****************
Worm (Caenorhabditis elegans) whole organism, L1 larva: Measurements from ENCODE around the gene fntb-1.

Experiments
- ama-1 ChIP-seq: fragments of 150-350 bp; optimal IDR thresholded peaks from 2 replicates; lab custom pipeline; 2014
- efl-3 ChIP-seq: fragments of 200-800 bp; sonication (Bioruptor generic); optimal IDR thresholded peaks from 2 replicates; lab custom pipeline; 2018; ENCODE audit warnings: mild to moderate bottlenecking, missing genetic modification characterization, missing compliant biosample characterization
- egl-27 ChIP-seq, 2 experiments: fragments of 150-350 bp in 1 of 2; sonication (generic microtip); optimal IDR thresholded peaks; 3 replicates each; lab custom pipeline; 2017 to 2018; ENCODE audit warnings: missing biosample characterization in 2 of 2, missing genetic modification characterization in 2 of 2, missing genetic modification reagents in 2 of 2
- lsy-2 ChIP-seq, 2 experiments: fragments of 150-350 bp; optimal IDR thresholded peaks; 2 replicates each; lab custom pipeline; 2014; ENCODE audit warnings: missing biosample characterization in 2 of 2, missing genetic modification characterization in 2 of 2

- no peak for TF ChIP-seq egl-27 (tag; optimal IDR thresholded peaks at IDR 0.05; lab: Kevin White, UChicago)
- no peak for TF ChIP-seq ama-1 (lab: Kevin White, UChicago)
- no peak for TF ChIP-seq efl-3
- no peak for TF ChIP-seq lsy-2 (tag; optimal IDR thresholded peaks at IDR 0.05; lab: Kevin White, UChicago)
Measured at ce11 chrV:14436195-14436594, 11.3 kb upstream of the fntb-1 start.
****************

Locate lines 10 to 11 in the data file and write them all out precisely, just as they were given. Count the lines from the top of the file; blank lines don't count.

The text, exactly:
- no peak for TF ChIP-seq lsy-2 (tag; optimal IDR thresholded peaks at IDR 0.05; lab: Kevin White, UChicago)
Measured at ce11 chrV:14436195-14436594, 11.3 kb upstream of the fntb-1 start.